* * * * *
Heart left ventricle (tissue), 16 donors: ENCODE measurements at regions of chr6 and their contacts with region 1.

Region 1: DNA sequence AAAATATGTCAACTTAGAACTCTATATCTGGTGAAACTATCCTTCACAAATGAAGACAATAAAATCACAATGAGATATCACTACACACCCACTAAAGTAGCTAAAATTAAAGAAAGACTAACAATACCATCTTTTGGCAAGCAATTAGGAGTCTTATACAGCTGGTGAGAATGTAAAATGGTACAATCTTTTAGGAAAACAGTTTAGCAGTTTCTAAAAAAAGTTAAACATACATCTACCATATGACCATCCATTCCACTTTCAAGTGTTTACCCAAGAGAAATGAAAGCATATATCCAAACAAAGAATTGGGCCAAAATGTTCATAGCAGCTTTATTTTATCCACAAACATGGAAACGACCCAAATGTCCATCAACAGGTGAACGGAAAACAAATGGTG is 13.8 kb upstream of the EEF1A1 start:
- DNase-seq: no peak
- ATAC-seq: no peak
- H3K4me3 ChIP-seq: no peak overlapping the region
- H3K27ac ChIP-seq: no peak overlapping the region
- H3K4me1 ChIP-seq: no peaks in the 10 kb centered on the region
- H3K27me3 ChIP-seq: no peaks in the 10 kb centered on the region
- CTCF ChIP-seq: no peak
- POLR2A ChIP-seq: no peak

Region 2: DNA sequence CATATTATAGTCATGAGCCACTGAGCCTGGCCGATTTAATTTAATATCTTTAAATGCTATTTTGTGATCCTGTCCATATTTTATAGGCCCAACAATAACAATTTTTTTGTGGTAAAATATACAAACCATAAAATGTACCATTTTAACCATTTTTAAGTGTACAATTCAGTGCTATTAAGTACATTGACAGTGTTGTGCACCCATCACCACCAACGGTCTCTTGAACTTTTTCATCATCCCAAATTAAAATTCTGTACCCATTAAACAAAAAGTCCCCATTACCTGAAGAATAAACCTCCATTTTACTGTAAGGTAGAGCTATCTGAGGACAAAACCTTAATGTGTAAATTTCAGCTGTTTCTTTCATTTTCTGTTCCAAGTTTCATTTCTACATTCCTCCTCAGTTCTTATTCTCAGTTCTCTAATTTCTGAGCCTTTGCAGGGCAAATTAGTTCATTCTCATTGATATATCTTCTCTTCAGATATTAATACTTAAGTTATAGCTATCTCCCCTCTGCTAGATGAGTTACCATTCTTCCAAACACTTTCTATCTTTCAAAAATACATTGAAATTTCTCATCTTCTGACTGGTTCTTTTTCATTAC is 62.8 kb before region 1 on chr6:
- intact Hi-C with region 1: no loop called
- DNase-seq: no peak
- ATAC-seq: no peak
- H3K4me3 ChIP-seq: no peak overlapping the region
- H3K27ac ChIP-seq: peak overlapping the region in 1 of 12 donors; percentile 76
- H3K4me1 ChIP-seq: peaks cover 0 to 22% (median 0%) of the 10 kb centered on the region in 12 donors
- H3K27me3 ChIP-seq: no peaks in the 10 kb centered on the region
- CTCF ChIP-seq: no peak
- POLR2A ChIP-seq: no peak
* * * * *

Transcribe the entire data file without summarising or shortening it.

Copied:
Heart left ventricle (tissue), 16 donors: ENCODE measurements at regions of chr6 and their contacts with region 1.

Region 1: DNA sequence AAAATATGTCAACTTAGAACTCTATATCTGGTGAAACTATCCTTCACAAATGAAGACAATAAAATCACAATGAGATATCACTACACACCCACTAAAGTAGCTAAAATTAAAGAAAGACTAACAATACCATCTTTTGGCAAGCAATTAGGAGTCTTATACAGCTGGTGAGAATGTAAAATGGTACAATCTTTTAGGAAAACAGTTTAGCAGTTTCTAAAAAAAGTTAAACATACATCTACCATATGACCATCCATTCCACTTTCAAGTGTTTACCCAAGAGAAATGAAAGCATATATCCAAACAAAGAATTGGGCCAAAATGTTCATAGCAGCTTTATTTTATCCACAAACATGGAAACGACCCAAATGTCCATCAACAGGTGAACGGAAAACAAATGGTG is 13.8 kb upstream of the EEF1A1 start:
- DNase-seq: no peak
- ATAC-seq: no peak
- H3K4me3 ChIP-seq: no peak overlapping the region
- H3K27ac ChIP-seq: no peak overlapping the region
- H3K4me1 ChIP-seq: no peaks in the 10 kb centered on the region
- H3K27me3 ChIP-seq: no peaks in the 10 kb centered on the region
- CTCF ChIP-seq: no peak
- POLR2A ChIP-seq: no peak

Region 2: DNA sequence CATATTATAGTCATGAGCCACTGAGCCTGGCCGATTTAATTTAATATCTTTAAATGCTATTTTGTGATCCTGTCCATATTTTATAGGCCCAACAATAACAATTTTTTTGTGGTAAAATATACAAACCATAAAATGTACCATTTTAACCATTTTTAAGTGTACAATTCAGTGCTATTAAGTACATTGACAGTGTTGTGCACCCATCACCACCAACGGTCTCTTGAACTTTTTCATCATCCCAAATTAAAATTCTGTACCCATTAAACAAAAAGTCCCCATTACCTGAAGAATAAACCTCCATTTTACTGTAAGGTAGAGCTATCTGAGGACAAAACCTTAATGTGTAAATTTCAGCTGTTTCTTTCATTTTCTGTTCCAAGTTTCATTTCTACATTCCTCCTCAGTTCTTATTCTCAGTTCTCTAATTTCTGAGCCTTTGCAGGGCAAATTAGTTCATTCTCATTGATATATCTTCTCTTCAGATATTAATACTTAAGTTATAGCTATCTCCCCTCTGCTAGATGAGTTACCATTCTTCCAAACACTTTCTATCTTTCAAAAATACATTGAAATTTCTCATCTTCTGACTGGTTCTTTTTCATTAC is 62.8 kb before region 1 on chr6:
- intact Hi-C with region 1: no loop called
- DNase-seq: no peak
- ATAC-seq: no peak
- H3K4me3 ChIP-seq: no peak overlapping the region
- H3K27ac ChIP-seq: peak overlapping the region in 1 of 12 donors; percentile 76
- H3K4me1 ChIP-seq: peaks cover 0 to 22% (median 0%) of the 10 kb centered on the region in 12 donors
- H3K27me3 ChIP-seq: no peaks in the 10 kb centered on the region
- CTCF ChIP-seq: no peak
- POLR2A ChIP-seq: no peak